An avid wildlife enthusiast and ecologist, much of David’s non-academic writing, especially poetry, is inspired by wildlife and science, and he sometimes seeks to describe the science behind the supernatural. He has written a little bit of everything: to date a four-act play, a six-episode sit-com, various short stories and four more novels.
After two more years teaching English and science in a secondary school, David recently moved to a private teaching academy to develop their English program. This has not only given him more time with his daughter and enjoy Pamplona and its surroundings, but also allowed him to finally devote time to fully developing his writing career.

He is currently working on a long novel set in the pre-Columbian Caribbean, and a non-fiction book about the sociology of hunting. At the same time he is looking for outlets for his other works: two contemporary adult novels; one set in the west of Ireland and the other set in Madrid, a young adult ghost story set in a town outside London, and a children’s novel about a boy who can see leprechauns.

10% of the author’s royalties will be donated to WWF, the World Wildlife Fund.

Find David Online!

David JM O’Brien’s website

Leaving the Pack

Tirgearr Publishing

David JM O’Brien on Facebook

Who would I like to/fear knocking on my door late at night? The Blair Witch…shudder. I’ve always been fascinated by witch lore and I think it’s because the practice of witchcraft crosses that line from fiction into fact.

Love your blurb and excerpt, David. Thanks for joining me today!!!

10 Responses to A Howling New Novel: Leaving the Pack, by David O’Brien

  1. Kemberlee Shortland

    I think this book makes a lot of marketing sense. Vampires are past their sell-by date, and we have loads of traditional shifter stories . . . even wolves that can shift into people. But Leaving the Pack isn’t about wolf shifters. It’s about a race of man-wolf beings who live in both worlds. Kind of the same as bonobos living beside chimpanzees. Same but different. And who’s to say we don’t already live alongside werewolves? Don’t they already say the full moon plays on people’s my minds?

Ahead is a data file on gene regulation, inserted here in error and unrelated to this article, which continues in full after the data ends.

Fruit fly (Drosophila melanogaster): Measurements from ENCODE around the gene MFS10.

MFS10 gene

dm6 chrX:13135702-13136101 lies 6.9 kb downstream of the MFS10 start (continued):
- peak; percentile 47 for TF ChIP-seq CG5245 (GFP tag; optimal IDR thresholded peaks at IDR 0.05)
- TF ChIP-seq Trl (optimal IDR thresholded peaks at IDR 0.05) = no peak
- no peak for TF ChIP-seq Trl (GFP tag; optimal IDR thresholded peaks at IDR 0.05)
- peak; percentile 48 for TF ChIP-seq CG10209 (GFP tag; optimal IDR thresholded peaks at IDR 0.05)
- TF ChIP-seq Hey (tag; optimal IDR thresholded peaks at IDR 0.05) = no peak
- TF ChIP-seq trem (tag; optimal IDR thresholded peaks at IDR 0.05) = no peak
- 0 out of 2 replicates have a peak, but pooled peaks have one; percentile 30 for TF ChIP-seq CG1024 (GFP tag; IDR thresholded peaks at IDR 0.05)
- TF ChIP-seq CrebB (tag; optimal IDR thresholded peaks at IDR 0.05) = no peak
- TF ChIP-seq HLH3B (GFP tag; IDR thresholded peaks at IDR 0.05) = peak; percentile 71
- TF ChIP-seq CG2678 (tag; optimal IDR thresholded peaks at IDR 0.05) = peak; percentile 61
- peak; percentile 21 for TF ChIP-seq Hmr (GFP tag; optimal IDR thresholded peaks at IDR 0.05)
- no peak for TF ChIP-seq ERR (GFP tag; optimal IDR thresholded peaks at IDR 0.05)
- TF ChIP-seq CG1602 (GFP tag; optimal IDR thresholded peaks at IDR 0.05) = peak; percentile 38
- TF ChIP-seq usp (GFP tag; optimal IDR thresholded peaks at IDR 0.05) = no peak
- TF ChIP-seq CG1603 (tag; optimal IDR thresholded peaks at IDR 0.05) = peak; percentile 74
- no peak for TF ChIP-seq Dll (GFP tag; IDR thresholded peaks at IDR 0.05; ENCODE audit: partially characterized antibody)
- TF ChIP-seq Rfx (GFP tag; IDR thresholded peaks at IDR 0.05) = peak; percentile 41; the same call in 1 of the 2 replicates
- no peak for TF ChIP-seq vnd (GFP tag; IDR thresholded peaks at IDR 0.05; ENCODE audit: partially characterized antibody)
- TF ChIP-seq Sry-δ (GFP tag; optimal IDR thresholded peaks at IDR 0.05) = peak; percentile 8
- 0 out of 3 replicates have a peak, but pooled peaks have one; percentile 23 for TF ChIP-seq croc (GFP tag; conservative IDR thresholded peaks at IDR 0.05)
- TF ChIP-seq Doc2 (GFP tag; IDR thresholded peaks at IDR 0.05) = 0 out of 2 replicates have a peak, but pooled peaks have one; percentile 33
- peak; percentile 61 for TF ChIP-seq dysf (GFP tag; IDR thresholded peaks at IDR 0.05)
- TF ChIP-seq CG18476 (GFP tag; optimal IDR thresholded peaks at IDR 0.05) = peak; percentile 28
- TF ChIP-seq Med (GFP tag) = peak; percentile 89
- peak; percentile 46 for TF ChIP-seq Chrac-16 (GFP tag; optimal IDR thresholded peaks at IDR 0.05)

• davidjmobrien

      I love the bonobo analogy: nobody looked close enough for a long time, though they’re two separate species and not just races. Chimps are move violent than bonobos, which have more sex than chimps. Werewolves are like humans but with more sex and more violence!

      • Kemberlee Shortland

        There has been a bit of media revolving around hirsutism. Mostly those folks with extreme cases. They’ve been called wolf people and werewolves. Upon seeing these programs, the writer’s mind wanders with possibilities.

        I love the bonobo. Peaceful creatures who enjoy a little nookie to keep them passive 😉

  2. davidjmobrien

    Thanks for letting me hog your site for the day, Kate. I know you’re gearing up for the big release and hope it’s as great as the first was – no pressure on second books in a series, though, is there?

    • katerobbins

      Ok, I WAS doing fine. LOL

      In all seriousness, yes there’s a lot of pressure and I have tried not to think about it too much, just keep my head down and nose to the grind stone. 😀

      Congratulations on your first release with Tirgearr!!!! What a great place to raise your book babies hey?

    • davidjmobrien

      as for the Blair Witch, even when I’m out hunting sometimes I have flashbacks to that film, and a rifle’s just no good against a witch!

  3. Mary T Bradford

    What a very good post. I am so looking forward to reading your book David and wish you the best with the rest of your work,

    • davidjmobrien

      thanks Mary. I really don’t know much about fashion, but they say you have to imagine things you don’t know about!